By: Brian Medich [2/25/22]

This is a tale as old as time. An intellectual property creator creates intellectual property. During his lifetime, he contractually gives his intellectual property to Third Party A. He then takes it back from Third Party A, claiming that Third Party A breached the contract. He later assigns his intellectual property to Third Party B. The intellectual property creator then sadly dies, and his estate sues Third Party B to regain the intellectual property under Third Party A’s contract. Third Party B says no, and litigation ensues, resulting in victory for Third Party B and a $1 million verdict against the estate. A Disney movie in the making – but now let’s get into the details. 

On December 6, 2021, the 9th Circuit reversed a $1 million award which was held against the daughter of comic book legend Stan Lee, back in June of 2020 by the United States District Court for the Central District of California. Stan Lee’s daughter, Joan Celia (“J.C.”) Lee, filed the original suit against POW! Entertainment, Inc. (“POW”) and ten unnamed John Does (“Does”) on September 26, 2019, and then an amended complaint on February 14, 2020, seeking (among other things):

  1. Rescission – that is, cancellation or revocation – of agreements assigning Stan Lee’s intellectual property to POW and the Does, that were entered between Stan Lee and POW and the Does; 
  2. A declaration – that is, a written statement submitted to the Court in which the signer swears under penalty of perjury that the contents therein are true – that neither POW nor the Does have any rights to Stan Lee’s Intellectual Property, name, likeness, or identity;
  3. A permanent injunction – that is a court order requiring a person or entity to cease a specific action – prohibiting POW and the Does from using Stan Lee’s identity, name, image, or likeness; and
  4. Certain monetary damages.

Essentially, J.C. Lee wanted her father’s intellectual property back – from Spiderman and the X-Men to his own image – and she wanted it back with some money on top. She contended that a 1998 Agreement between Stan Lee and Stan Lee Entertainment, Inc. (“SLEI”) assigned full and complete title to his name, likeness, and creator rights to SLEI in perpetuity, and therefore she was entitled to all the relief she was now seeking. The issue? Stan Lee, himself, terminated the 1998 Agreement in 2001 for breach and then formed POW! Entertainment, Inc. – aka the company J.C. Lee sued – and transferred ownership of his creator rights and rights to his name and likeness to POW. A fact that POW kindly noted in their March 4, 2020 motion to dismiss, and again in their May 11, 2020 motion for sanctions. To make matters worse for J.C. Lee, numerous courts had already handled litigations over the 1998 Agreement and held that the 1998 Agreement had been terminated and was therefore not enforceable.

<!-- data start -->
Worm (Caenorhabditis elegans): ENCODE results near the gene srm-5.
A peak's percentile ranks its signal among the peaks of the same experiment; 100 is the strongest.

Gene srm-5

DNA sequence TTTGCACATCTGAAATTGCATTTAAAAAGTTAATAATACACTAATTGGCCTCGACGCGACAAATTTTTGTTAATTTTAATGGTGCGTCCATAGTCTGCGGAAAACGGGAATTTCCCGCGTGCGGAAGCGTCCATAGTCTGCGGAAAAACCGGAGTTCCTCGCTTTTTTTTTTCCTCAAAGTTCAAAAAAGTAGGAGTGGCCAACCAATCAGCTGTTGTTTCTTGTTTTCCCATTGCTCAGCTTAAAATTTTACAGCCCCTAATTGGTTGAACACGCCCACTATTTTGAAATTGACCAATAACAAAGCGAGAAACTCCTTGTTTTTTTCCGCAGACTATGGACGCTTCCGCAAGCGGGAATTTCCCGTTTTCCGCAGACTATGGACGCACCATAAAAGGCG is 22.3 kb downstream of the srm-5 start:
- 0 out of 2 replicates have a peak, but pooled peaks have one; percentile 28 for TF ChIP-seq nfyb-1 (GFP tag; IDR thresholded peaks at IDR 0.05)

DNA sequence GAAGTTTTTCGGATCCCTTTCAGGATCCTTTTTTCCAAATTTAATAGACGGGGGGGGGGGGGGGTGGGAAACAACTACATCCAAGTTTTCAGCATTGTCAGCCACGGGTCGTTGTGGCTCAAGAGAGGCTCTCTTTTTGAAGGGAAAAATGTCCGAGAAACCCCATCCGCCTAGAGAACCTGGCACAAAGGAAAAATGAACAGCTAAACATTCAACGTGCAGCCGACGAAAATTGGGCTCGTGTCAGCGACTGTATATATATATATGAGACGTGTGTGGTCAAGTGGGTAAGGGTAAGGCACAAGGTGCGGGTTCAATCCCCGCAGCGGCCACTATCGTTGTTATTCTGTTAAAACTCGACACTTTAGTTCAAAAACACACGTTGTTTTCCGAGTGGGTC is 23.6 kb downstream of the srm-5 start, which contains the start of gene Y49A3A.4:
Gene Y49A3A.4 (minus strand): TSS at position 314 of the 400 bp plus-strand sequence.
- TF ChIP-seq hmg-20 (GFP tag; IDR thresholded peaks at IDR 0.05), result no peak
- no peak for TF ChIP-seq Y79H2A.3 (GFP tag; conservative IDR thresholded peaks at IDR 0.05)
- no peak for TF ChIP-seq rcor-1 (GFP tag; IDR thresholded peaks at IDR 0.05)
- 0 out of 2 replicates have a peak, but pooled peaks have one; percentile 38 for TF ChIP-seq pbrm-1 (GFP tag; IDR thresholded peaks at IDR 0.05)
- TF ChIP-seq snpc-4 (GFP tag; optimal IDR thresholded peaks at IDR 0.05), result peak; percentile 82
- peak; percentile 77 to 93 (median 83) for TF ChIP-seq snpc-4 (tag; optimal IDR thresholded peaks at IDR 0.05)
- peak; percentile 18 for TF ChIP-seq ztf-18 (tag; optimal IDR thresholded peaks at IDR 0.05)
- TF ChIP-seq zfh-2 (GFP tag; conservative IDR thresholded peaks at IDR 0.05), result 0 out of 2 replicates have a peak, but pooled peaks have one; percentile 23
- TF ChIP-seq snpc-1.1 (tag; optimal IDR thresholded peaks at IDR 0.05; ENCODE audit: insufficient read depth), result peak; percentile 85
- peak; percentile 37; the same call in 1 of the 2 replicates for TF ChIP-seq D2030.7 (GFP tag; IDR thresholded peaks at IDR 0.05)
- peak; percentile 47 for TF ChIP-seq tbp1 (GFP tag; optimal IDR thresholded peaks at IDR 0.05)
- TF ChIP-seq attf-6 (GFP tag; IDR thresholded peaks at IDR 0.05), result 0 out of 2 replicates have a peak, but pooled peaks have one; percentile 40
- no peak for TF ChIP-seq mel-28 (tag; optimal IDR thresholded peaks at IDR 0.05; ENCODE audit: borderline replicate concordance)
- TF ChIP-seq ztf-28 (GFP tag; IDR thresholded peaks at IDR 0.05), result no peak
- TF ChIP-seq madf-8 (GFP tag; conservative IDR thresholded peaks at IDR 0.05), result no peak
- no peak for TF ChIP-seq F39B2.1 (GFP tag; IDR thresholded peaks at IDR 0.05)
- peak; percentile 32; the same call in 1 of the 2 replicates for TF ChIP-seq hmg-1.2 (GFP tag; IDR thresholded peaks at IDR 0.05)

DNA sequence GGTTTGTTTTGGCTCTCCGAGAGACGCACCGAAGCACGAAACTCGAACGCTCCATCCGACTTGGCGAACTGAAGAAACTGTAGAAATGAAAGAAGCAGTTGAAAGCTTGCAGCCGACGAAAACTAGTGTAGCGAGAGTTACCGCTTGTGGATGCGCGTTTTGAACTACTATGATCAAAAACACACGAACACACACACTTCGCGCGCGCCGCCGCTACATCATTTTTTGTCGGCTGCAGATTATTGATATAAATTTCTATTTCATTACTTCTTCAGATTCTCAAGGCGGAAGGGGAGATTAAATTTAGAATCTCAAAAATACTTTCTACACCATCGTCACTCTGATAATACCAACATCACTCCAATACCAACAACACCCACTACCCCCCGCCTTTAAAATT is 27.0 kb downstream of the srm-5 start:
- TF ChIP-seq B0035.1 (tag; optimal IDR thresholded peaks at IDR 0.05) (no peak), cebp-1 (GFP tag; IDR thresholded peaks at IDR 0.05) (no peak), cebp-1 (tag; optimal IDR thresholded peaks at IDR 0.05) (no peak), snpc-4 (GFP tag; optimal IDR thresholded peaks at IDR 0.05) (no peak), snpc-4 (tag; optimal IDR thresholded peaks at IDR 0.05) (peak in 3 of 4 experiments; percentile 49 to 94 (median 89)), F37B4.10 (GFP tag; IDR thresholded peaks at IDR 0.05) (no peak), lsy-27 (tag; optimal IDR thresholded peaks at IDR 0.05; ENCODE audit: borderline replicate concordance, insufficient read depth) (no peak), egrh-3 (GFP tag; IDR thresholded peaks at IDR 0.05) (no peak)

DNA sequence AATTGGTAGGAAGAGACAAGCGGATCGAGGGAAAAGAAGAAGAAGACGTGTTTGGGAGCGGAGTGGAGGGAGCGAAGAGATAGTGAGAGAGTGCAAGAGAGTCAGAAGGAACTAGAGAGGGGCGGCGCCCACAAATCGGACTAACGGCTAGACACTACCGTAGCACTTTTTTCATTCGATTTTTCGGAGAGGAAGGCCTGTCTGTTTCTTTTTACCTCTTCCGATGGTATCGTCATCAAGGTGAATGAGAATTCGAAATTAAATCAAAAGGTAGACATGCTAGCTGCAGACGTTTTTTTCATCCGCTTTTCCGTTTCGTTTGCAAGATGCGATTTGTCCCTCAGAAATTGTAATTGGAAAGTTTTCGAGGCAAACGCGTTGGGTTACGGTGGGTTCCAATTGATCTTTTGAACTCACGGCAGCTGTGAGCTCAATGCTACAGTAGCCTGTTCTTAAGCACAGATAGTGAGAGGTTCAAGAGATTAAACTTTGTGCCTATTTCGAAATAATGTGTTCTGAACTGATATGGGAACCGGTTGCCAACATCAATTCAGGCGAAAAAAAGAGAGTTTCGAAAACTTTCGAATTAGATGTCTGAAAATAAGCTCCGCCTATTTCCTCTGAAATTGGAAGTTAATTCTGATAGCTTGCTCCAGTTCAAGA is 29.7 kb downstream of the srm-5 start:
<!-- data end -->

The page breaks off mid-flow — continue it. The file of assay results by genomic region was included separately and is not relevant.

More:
In June of 2020, the United States District Court for the Central District of California ruled in favor of POW and the Does, holding that J.C. Lee’s complaint should be dismissed with prejudice because all her claims were barred by res judicata – that is, precluded because her claims were raised or could have been raised in the multiple prior actions brought over the 1998 Agreement. In ruling on the motion to dismiss, the Court also took up POW’s motion for sanctions under Rule 11 – that is, a punishment against an attorney or party. Here, the Court found that sanctions were appropriate because J.C. Lee’s claims were frivolous and filed for an improper purpose because the claims were barred by res judicata (a fact which her attorneys should have been aware of). Accordingly, the Court sanctioned both J.C. Lee (the party) and her attorneys in the amount of $1 million ($750K to be paid by J.C. Lee and $250K to be paid by her attorneys) to be paid to the Central District of California. 

Following this decision, J.C. Lee and her attorneys appealed both the dismissal and the finding of sanctions to the 9th Circuit. In the end, the 9th Circuit agreed that J.C. Lee’s complaint should be dismissed but overruled the district court’s finding of sanctions holding that “the record did not support a finding that Lee’s filing was clearly frivolous, legally unreasonable, or brought for an improper purpose.”

Conclusion: POW keeps Stan Lee’s intellectual property, and J.C. Lee keeps her $1 million.

Our attorneys at Dunlap Bennett & Ludwig have a depth of experience and knowledge in intellectual property law. To learn more about Dunlap Bennett & Ludwig and how we assist you, contact us by calling 800-747-9354 or emailing clientservices@dbllawyers.com.


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